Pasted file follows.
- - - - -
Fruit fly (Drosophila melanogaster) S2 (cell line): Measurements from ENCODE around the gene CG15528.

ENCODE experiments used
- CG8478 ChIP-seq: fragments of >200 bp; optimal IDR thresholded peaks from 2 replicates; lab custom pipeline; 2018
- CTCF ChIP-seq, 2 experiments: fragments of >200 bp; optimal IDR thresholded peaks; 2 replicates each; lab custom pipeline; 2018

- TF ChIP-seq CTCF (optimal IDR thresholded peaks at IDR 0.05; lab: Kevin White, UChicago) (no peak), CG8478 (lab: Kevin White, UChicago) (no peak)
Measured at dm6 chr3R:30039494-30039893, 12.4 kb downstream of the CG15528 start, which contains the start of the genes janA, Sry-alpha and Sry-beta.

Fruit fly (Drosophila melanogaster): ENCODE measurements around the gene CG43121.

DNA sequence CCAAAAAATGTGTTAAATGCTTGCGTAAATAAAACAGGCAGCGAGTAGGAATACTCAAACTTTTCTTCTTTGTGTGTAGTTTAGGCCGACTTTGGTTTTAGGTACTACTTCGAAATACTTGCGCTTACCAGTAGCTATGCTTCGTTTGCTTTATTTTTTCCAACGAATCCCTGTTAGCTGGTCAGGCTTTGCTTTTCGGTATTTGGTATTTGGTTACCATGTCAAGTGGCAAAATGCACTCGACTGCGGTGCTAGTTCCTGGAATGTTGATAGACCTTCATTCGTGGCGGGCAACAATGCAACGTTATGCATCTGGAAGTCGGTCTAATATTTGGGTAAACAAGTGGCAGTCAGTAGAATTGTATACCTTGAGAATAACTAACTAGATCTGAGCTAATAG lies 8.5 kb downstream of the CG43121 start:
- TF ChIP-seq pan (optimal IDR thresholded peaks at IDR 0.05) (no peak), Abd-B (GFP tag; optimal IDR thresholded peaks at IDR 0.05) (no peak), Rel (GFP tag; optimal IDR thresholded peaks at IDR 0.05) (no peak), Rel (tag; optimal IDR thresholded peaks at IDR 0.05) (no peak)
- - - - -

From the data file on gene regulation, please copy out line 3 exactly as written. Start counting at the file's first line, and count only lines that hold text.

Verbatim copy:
- CG8478 ChIP-seq: fragments of >200 bp; optimal IDR thresholded peaks from 2 replicates; lab custom pipeline; 2018